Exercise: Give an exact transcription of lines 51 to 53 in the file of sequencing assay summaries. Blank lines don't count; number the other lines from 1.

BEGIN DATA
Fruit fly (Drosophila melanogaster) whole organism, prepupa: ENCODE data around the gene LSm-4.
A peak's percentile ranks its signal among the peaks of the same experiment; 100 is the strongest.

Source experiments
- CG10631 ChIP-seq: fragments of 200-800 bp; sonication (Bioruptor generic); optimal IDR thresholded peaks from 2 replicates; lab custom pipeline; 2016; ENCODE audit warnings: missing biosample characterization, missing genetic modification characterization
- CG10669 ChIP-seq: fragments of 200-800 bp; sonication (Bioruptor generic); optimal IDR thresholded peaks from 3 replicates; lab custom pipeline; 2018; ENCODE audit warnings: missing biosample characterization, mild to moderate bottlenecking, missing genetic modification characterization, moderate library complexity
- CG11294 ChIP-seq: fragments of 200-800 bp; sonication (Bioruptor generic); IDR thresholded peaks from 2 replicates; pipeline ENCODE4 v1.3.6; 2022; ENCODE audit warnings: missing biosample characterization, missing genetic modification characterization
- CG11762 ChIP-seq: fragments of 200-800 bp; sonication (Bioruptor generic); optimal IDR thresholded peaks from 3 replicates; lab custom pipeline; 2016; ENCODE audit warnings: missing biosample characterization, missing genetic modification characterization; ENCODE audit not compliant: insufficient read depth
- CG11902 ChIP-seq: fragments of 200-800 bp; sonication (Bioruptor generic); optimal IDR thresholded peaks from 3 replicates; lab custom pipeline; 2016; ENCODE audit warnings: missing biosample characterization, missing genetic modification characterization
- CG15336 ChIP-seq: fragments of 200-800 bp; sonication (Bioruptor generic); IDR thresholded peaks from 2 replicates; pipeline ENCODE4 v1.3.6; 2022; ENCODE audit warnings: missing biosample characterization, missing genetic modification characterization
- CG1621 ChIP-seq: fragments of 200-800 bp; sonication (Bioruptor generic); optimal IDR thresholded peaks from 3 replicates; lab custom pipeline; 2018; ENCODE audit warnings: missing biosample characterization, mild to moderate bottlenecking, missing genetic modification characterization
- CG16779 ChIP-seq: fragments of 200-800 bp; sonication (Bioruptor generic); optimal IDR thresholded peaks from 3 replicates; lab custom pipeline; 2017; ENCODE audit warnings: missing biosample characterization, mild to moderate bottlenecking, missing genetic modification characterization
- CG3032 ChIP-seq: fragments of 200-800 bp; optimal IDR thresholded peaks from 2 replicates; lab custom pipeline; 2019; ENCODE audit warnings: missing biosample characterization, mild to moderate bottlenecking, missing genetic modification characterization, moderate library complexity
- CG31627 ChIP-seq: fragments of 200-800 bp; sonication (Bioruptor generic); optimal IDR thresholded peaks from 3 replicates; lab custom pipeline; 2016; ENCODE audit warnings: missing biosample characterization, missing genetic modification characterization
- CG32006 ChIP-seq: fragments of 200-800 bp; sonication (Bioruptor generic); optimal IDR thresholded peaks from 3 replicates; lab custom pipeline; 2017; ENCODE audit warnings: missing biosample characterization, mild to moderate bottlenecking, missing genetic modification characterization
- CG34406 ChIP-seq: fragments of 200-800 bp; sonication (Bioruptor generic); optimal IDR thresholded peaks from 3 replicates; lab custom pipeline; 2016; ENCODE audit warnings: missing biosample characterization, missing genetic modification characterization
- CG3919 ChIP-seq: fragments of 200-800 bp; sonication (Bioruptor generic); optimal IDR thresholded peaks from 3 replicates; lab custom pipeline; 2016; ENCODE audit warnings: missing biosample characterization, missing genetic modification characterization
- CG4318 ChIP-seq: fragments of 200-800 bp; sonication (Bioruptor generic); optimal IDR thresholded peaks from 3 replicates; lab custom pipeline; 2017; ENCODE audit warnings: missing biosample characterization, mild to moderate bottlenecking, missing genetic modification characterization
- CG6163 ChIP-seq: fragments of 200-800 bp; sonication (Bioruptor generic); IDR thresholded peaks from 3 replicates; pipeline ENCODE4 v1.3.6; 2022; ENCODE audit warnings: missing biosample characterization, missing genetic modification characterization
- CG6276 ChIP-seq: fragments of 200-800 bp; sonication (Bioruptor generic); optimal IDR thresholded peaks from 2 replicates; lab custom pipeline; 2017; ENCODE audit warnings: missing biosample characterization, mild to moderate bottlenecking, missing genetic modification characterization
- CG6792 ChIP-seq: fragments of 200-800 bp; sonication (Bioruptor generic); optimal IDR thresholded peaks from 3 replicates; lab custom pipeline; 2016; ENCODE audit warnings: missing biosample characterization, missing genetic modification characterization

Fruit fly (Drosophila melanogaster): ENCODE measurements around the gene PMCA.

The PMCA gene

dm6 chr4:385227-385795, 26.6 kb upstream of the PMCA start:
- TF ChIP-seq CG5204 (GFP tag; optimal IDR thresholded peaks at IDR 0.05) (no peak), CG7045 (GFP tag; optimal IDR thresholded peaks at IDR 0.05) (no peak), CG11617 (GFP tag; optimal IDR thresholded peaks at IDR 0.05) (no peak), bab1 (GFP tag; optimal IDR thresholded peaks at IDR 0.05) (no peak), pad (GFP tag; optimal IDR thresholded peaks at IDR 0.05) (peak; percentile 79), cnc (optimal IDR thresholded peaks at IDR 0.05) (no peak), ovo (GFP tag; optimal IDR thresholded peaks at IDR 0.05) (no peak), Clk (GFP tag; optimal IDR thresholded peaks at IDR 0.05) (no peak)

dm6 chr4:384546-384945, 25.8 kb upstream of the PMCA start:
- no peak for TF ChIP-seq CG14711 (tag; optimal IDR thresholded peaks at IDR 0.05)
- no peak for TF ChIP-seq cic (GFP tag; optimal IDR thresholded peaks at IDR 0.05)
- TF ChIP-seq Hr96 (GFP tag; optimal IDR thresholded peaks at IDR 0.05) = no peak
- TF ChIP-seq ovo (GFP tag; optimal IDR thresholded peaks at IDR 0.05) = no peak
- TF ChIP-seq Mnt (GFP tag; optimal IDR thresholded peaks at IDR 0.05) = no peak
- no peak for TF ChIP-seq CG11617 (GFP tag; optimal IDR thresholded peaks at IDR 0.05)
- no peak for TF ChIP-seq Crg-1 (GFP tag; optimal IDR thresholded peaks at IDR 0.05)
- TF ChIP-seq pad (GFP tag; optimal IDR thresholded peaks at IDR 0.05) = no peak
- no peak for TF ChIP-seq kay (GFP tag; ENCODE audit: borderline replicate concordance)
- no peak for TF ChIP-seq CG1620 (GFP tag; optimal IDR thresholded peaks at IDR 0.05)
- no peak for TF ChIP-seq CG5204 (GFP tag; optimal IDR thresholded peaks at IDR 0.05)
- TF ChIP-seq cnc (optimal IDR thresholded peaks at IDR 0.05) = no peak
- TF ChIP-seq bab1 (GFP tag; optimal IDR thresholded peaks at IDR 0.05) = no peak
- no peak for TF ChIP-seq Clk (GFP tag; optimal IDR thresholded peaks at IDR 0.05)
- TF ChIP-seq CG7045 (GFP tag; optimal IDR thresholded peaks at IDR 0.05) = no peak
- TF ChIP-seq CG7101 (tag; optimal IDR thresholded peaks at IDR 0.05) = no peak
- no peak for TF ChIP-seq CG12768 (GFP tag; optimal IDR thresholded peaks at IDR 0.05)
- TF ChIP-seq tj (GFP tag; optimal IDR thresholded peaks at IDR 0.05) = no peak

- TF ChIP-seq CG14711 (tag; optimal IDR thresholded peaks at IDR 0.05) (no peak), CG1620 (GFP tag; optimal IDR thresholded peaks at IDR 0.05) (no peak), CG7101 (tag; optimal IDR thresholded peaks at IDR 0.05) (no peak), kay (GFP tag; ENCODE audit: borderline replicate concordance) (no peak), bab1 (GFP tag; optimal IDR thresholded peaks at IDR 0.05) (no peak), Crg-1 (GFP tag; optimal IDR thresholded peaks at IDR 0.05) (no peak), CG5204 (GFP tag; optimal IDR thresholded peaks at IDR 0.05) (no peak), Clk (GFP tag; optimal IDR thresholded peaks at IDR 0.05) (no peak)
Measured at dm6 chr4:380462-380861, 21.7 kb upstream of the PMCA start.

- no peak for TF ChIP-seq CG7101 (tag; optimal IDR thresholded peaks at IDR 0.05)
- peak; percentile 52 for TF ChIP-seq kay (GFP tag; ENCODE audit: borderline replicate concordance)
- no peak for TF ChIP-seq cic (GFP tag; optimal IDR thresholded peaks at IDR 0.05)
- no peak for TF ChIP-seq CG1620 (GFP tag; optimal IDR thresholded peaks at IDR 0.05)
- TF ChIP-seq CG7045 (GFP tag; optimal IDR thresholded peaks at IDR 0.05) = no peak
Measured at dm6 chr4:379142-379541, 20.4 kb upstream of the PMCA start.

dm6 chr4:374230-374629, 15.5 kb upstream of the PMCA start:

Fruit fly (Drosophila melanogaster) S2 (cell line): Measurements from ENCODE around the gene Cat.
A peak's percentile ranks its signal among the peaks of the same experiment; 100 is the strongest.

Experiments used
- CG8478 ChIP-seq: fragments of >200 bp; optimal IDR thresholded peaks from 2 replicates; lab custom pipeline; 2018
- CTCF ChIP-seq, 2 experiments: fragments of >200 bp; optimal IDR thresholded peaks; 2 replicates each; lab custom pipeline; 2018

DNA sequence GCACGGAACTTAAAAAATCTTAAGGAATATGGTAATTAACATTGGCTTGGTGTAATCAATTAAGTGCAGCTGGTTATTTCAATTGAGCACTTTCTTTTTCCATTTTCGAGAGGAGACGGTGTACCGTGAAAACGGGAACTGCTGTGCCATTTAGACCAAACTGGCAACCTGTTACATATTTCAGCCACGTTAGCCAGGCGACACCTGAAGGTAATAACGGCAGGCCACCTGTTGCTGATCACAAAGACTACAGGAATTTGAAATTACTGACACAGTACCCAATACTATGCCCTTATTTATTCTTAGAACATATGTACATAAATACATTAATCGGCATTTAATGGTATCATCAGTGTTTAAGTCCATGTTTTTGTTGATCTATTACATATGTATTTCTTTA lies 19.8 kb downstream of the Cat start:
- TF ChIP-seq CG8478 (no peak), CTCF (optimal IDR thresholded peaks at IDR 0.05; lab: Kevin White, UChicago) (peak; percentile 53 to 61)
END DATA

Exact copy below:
Measured at dm6 chr4:379142-379541, 20.4 kb upstream of the PMCA start.

dm6 chr4:374230-374629, 15.5 kb upstream of the PMCA start:

Fruit fly (Drosophila melanogaster) S2 (cell line): Measurements from ENCODE around the gene Cat.